Woman with MS denied the medicines she needs to walk

Catriona O'Donnell, who has MS and cannot access the medicines she needs to manage her symptoms.
Catriona O'Donnell, who has MS and cannot access the medicines she needs to manage her symptoms.

A young woman with Multiple Sclerosis has been denied access to a medicine that greatly improves her condition.

Catriona O’Donnell, who’s 33, was diagnosed with MS ten years ago, after she experienced loss of vision, as well as problems with mobility and fatigue.

In recent years her mobility declined and she was given a four week ‘free’ trial of a new drug Famprya which greatly improved her walking ability.

Not yet licensed by NICE (National Institutes for Health and Clinical Excellence) the decision to prescribe Famprya is taken at a local level.

However, Catriona has been turned down for funding and if she wishes to continue taking Famprya must pay the £200 cost every month herself.

Speaking to the ‘Journal’ the Derry woman explained, “Famprya made a massive difference to my life. I was able to cook for myself again and get in the shower without any help. Now I’m back to relying on other people which is very frustrating.

“My neurologist has since told me that it is difficult to get symptom management treatments such as Famprya via the health service in Northern Ireland because funding isn’t readily available.”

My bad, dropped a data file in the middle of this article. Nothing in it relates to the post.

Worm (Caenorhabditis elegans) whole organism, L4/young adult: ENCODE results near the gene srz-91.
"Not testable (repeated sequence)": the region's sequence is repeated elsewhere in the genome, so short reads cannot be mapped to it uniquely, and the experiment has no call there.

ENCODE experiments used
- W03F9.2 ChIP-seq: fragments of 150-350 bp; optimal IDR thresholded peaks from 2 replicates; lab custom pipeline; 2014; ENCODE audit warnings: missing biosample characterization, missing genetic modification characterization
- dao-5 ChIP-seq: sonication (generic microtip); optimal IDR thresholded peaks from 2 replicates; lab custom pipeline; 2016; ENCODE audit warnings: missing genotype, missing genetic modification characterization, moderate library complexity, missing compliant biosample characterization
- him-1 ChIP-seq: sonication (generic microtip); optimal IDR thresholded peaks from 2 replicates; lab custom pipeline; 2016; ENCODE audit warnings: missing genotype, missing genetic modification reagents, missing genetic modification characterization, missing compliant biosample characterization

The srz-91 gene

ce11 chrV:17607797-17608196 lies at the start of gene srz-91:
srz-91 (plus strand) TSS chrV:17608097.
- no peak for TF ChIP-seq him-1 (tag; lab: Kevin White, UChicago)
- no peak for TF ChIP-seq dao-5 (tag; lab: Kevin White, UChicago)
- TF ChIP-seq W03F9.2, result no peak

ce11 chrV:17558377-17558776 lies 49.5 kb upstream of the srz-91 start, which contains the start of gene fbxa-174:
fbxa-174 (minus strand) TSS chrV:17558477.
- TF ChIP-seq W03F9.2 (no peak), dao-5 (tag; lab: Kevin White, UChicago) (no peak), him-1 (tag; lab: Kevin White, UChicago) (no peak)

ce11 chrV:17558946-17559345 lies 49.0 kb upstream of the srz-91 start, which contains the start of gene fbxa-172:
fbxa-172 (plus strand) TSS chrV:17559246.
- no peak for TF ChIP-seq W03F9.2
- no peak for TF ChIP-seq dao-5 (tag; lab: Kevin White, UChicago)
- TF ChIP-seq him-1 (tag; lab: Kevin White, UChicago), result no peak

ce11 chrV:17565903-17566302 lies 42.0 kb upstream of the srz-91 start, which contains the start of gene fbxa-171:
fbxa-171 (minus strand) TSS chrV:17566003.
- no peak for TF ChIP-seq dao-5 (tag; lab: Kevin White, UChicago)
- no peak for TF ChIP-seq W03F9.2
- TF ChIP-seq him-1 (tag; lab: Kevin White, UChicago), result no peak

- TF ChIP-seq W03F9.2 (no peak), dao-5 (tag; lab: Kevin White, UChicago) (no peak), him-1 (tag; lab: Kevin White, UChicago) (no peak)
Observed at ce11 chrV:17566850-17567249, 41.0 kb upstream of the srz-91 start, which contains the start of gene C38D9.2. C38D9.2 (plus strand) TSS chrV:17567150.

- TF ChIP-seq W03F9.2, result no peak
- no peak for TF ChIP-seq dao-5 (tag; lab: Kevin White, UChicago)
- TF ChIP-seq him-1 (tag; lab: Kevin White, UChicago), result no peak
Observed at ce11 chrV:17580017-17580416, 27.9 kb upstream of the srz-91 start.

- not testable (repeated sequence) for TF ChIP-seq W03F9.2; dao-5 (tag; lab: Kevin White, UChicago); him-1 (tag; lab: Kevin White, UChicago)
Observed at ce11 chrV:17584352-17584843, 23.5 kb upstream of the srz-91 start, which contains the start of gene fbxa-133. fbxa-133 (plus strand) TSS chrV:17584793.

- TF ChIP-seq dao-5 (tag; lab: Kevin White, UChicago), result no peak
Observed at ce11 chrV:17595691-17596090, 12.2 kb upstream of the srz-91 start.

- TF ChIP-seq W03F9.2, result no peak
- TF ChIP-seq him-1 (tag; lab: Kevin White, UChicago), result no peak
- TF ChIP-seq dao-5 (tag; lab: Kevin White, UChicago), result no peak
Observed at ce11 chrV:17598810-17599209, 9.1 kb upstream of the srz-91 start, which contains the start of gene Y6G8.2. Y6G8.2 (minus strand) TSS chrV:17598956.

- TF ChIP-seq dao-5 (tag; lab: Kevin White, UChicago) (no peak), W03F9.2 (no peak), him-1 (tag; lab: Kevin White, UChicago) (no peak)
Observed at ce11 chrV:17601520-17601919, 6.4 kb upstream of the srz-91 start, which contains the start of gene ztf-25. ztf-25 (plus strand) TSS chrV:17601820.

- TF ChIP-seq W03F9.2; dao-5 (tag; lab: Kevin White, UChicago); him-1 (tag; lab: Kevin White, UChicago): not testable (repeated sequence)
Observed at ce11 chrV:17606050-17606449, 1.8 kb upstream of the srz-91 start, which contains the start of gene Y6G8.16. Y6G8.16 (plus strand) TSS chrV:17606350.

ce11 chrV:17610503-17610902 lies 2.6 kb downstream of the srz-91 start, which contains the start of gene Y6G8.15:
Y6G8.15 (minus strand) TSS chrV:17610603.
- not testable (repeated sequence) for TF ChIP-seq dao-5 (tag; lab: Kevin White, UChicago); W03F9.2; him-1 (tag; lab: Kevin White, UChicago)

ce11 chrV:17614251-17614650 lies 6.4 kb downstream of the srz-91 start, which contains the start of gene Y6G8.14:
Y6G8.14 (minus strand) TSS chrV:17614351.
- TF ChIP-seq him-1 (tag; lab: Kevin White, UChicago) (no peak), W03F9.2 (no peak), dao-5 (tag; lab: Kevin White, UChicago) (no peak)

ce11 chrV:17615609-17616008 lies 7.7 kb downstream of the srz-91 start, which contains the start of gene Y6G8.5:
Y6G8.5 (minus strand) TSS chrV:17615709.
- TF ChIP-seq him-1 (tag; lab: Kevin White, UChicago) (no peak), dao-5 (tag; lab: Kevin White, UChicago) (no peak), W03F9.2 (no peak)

Catriona is backing the MS Society’s Treat Me Right campaign which will be running throughout MS Awareness Week which starts next Monday.

“It is unfair that a drug which could greatly improve my quality of life is not available to me, especially as I know of someone else locally who was given the funding. People with MS shouldn’t have to fight to access the medicines they need.”

Talking about her diagnosis Catriona said, “It was a complete shock. I knew absolutely nothing about MS. I was 23 and I thought young people didn’t get things like MS. I suppose I was in denial for a while,

“But I try to get on with it and the support I’ve received from my neurologist, my MS nurse and the MS Society Foyle Branch has been brilliant.

“I have good and bad days but I won’t lie down and feel sorry for myself. I try to stay active and although

“I have to use the wheelchair some days, I’m determined to stay out of it for as long as I can.”

“Twenty years ago there were no effective treatments for MS. Thankfully there are now drugs which can slow the progression of this condition.

“I’m excited by the prospect of new oral medicines and hope that people with MS in Northern Ireland won’t face any delays in accessing these treatments.

“Ultimately, like many people with MS, I hope for a cure one day.”

For more information on MS go to www.mssociety.org.uk or call 0808 800 8000.